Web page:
One important dimension of national sustainability, that is not captured in the indicators as presently designed, is the impact of nations beyond their borders as parts of an integrated world system. Wealthy nations have been outsourcing polluting activities and the damage associated with natural resources exploitation, and poor nations have suffered the damage while the benefits have largely been exported. Material flows accounts have been used to estimate this, and trade statistics are also available. Current accounts balances can also reflect how a country is doing on long-term financial sustainability. With some additions and adjustments in global and complementary national indicators (66 and 80 GHG emissions, 10.3 migration, 73 resource-based contracts, 12.3 chemical pollution, 78 decarbonization, 17.2 debt sustainability, 17.6 tariffs, 17.7 LCD exports), it should be possible to include in the SDG indicator set a few essential measures that would allow calculating a nation's economic, social and environmental footprint beyond its borders in the global system. This is an essential part of each nation's responsibility for global sustainable development.
Specific indicators of interest
Several indicators are of particular interest to IEF. Under the goal on education, there is complementary national indicator 4.1 [Percentage of girls and boys who acquire skills and values needed for global citizenship and sustainable development (national benchmarks to be developed) by the end of lower secondary] – to be developed. IEF has been involved in EU-funded research on values-based indicators of education for sustainable development (http://www.esdinds.eu/) and follow-up in applying these indicators in secondary schools through the Partnership for Education and Research about Responsible Living (PERL): http://eng.hihm.no/responsible-living. The first toolkits for teachers on measuring skills and values are available on the IEF web site and in press. This research could contribute to a methodology for preparing this new national indicator.
There is also complementary national indicator 8.9. [Indicator on implementation of 10-year framework of programs on sustainable consumption and production] - to be developed, which relates to our work on sustainable consumption and participation in networks like the Global Research Forum on Sustainable Production and Consumption, and PERL. SDSN also recognizes the problem of extremes of wealth, with Goal 10, indicator 67 [Indicator on inequality at top end of income distribution: GNI share of richest 10% or Palma Ratio], and the need for a complementary national indicator on migration: 10.3. [Indicator on migration] - to be developed, another subject on which IEF has contributed to the international discourse.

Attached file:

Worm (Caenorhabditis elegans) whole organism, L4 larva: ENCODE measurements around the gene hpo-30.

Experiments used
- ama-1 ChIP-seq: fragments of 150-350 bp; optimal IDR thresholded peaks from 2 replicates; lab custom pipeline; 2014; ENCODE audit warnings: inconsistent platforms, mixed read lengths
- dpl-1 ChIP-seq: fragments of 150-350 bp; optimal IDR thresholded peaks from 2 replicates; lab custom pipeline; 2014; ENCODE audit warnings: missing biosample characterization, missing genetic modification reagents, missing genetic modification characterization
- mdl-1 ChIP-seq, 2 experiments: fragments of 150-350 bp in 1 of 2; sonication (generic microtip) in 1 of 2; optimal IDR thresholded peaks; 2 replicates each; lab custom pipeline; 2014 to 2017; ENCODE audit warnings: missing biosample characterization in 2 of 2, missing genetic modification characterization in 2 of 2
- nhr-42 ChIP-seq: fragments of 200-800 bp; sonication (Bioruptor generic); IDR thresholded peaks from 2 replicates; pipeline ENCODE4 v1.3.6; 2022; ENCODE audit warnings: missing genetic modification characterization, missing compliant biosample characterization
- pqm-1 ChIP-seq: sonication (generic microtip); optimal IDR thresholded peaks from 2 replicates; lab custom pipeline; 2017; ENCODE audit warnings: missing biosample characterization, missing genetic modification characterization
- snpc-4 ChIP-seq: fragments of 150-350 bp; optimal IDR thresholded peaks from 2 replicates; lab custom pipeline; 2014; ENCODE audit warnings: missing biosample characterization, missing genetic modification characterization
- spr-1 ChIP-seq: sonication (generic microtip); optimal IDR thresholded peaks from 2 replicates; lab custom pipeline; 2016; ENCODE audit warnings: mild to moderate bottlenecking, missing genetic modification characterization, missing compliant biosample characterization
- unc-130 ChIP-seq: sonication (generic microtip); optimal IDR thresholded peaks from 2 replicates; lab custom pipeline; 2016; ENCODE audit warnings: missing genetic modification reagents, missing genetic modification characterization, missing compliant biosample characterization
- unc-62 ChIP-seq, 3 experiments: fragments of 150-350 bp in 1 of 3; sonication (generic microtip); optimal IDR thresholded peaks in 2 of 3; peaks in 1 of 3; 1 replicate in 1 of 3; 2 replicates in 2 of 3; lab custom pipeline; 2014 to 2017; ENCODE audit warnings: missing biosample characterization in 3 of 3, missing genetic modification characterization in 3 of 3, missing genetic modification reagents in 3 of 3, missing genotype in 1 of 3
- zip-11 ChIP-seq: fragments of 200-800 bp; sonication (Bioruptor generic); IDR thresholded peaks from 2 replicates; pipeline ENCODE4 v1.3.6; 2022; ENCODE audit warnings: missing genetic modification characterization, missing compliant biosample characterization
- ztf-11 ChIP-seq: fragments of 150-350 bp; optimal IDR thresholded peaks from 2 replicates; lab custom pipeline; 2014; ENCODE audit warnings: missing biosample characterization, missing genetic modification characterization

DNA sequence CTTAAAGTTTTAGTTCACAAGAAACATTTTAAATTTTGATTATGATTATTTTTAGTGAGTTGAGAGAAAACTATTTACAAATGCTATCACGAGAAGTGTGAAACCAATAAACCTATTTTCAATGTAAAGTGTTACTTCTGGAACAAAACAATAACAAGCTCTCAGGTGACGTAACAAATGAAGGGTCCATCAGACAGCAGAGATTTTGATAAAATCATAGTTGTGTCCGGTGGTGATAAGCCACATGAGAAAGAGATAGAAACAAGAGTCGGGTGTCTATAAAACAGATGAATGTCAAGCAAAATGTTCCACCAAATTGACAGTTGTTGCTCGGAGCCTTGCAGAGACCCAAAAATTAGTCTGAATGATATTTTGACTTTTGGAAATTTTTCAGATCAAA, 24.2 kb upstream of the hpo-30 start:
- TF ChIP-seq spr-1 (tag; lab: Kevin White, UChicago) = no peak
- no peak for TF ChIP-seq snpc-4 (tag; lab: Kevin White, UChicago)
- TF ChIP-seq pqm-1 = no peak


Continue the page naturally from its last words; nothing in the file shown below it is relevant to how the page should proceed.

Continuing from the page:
Under Goal 12, indicator 74 Global Food Loss Indicator [or other indicator to be developed to track the share of food lost or wasted in the value chain after harvest] acknowledges the need to reduce the third of food that is produced but never eaten, and complementary indicator 12.1. [Strategic environmental and social impact assessments required] - to be developed, calls for such assessments to be required everywhere. Among the environmental indicators are complementary indicator 15.3. Vitality Index of Traditional Environmental Knowledge, and 15.9. Living Planet Index. The issue of values is also touched on in the last global indicator under Goal 17: 100 Evaluative Wellbeing and Positive Mood Affect, to be developed by SDSN and the OECD.
Sustainable Development Solutions Network
Launched by UN Secretary-General Ban Ki-moon in August 2012, the Sustainable Development Solutions Network (SDSN) mobilizes scientific and technical expertise from academia, civil society, and the private sector in support of sustainable development problem solving at local, national, and global scales. It aims to accelerate joint learning and help to overcome the compartmentalization of technical and policy work by promoting integrated approaches to the interconnected economic, social, and environmental challenges confronting the world. The SDSN works closely with United Nations agencies, multilateral financing institutions, the private sector, and civil society.
Dahl, Arthur Lyon. 2012. Achievements and gaps in indicators for sustainability. Ecological Indicators, vol. 17, p. 14-19. June 2012. http://dx.doi.org/10.1016/j.ecolind.2011.04.032
UNEP. 2008. Overview of environmental assessment landscape at national level: State of state-of-the-environment reporting: Note by the Executive Director. UNEP/GC.25/INF/12/Add.1, 45 p. http://www.unep.org/gc/gcss-x/download.asp?ID=1015
Last updated 31 January 2015